Latency Percentile and Power Consumption
We are replacing our old ‘Average transaction Time’ results with Latency Percentile data, as this exclusive new testing paints a much clearer picture than simple averages (or even plots of average over time) can show.
For reads, I’ll first explain what this chart is doing with respect to HDDs and queue depth. At low queue depths, the percentile plot is on a slight slope due to the varying latency due to varying seek lengths (due to the random workload) and rotational latency. At higher queue depths, the profiles will ‘stretch’ to higher latencies, keeping to a similar minimum latency but the maximum (tail) latency will shift further to the right. This is because queued commands may be shifted to the end of the queue when re-ordered by the HDD firmware. You’ll note that at higher QD, the overall latency per IO is higher, but the HDD is also putting out higher IOPS overall. This increase is because the HDD can better optimize its read pattern when it is operating with a deeper queue.
Getting into the results, I’ve included the He8 data for comparison, but remember that is a 7200 RPM unit while both Reds are spinning at 5400 RPM. A combination of rotational latency and seek time at QD=1 is responsible for the 3ms shift between the He8 and the two Reds. Both Reds start off with nearly identical IOPS and latency profiles, but as load increases, we see the 8TB Red start to behave more like the faster enterprise-rated He8. The same can be said for the IOPS results (added in with the legend) – at QD=32, the 8TB Red is running closer to the IOPS of the He8 than it is to the 6TB Red. That is not bad at all considering the He8 was spinning 33% faster than the other two.
HDD Writes work out much differently when compared to reads. While reading, a hard drive can’t reply to an IO request until it actually has the data read from the disk. For writes, the drive can employ its cache and reply to the host significantly faster, especially at lower queue depths. What actually takes place inside the drive is that it functions with its own internal queue that in practice can run significantly higher than the SATA QD=32 limit. Since the drive buffers and takes control over its own internal queue during writes, modern hard drives will generally operate at their maximum possible IOPS based on that internal queue, meaning that they will reach maximum possible IOPS even at QD=1. The only real difference seen at higher host QD is higher per-IO latency. Since the latency percentile test is performed at steady state in this case, higher QD simply translates to a longer wait for each IO, which shifts the nearly vertical profiles to the right.
With the results seen above, I must first explain that the He8 employs a media cache architecture that gives it a significant advantage in random write performance. Note the disproportionally higher IOPS (and lower latency) figures when compared to the two Reds, which do not employ that technology. Looking at the new vs. old reds, the new 8TB Red actually pulls a trick not seen in either the He8 or the 6TB Red. Note how the profiles of the 8TB Red are more sloped than the other drives here. Normally this would be a bad thing, but in this case the tail (top right) is still faster than the 6TB Red. The 8TB profiles are more sloped *in a good way* since they are reaching further to the left (bottom / 0%), meaning that even though the maximum latencies are similar between both Reds, the 8TB sees many of its IO requests are being serviced faster than the 6TB model. This delta is also responsible for the ~12% IOPS increase seen in the 8TB Red.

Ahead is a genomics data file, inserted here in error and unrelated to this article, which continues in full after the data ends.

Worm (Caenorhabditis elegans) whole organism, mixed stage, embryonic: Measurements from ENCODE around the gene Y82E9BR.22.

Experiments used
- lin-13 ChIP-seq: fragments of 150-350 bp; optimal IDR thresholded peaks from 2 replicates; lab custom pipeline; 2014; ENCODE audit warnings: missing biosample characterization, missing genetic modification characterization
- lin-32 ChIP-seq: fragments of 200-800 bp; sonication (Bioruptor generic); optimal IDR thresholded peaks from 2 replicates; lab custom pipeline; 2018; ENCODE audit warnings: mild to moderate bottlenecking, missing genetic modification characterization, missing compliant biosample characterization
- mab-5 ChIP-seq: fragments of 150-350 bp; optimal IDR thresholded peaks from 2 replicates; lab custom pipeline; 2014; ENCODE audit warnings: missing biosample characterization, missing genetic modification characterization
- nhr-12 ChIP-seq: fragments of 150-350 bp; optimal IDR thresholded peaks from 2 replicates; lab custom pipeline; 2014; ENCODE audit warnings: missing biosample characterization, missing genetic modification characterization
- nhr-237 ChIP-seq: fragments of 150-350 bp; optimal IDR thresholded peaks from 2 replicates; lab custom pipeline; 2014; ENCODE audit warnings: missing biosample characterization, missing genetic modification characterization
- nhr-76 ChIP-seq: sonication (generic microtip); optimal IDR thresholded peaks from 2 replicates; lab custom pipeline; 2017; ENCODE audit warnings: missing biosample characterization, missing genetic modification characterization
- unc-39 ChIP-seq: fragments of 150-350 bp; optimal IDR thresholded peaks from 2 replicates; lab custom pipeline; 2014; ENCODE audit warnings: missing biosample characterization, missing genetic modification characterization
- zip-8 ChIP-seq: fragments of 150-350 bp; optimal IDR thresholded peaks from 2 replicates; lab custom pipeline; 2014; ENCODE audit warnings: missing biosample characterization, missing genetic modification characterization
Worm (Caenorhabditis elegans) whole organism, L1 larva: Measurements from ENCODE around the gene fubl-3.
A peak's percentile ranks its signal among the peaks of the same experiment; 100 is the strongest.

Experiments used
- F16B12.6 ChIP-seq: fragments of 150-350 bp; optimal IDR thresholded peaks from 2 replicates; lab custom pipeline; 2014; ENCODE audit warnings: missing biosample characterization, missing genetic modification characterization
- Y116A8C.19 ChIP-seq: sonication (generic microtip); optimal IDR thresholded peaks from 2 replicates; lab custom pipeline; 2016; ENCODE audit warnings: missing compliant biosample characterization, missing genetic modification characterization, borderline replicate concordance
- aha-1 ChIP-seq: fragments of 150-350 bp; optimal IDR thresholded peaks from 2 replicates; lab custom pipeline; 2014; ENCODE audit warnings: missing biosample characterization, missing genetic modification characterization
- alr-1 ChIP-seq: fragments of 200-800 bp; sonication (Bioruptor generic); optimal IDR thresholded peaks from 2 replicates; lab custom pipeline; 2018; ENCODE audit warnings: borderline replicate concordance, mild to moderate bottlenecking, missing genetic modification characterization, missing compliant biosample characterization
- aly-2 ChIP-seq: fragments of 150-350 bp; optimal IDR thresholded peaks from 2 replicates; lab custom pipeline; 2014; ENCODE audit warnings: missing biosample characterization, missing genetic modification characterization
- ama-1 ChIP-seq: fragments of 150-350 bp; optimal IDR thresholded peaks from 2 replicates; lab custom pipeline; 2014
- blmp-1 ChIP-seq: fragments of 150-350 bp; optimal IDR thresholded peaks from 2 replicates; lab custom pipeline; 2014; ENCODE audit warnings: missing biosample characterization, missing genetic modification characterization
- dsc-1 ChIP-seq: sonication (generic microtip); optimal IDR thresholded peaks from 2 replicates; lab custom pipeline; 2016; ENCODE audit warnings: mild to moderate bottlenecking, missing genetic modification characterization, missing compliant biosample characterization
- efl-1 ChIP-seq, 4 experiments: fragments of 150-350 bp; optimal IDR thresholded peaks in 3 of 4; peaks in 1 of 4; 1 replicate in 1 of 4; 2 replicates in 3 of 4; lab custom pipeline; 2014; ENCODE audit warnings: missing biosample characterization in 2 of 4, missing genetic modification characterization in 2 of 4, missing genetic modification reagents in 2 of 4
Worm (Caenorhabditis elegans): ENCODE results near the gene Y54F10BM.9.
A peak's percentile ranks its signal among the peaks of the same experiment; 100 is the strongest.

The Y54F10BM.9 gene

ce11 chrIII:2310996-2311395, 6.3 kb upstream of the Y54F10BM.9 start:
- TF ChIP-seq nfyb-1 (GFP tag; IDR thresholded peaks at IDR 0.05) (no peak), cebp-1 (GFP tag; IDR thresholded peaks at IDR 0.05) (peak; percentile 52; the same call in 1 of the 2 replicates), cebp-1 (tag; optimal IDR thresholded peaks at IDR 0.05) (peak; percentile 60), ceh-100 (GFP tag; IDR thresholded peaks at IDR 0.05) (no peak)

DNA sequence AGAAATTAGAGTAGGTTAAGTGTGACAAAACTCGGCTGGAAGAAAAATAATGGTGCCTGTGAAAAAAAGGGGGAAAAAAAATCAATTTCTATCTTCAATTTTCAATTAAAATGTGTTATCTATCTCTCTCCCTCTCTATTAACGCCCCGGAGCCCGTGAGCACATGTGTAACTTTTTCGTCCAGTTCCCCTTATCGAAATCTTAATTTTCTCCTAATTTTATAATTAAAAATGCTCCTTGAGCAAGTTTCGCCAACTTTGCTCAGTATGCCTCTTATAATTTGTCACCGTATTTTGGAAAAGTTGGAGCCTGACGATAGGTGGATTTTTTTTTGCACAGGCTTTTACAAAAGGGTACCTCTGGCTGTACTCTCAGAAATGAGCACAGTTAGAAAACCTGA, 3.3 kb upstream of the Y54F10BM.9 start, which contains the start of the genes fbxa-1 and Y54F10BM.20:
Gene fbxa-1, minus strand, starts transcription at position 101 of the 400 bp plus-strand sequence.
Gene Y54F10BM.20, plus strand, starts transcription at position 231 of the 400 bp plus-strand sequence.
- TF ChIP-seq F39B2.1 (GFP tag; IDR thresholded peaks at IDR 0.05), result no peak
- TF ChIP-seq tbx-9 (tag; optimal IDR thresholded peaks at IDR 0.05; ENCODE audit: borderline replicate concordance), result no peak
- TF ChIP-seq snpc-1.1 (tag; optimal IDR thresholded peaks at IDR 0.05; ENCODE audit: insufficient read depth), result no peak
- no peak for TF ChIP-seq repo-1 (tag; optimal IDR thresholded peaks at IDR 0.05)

Note that the new Red is borrowing enterprise drive electronics and spindle motor from the HGST line, so some of the figures are higher based on the power draw of those parts. As an example, note the standby consumption is identical between the 8TB Red and the He8. From the figures, we can see that the spindle motor appears to take a bit more power as well. Despite the Helium filling, idle power draw for the 8TB Red is higher than the 6TB (air filled) model, yet the lower spindle speed of the Red enables lower idle draw when compared to the He8. It appears this is due to a less efficient spindle motor design carried over from HGST. The increased power use at standby (electronics only) and idle (electronics + motor) carry over into higher per-drive power use for all active use.
When comparing these power figures, those specing out an array or NAS might be more concerned about power use that takes capacity into account. You’ll need fewer 8TB than 6TB drives to achieve the same ultimate capacity. With the above chart we can see that when capacity compensated, the 8TB Red actually beats all drives in this comparison, with the exception of random write seeks coming in slightly higher than the He8.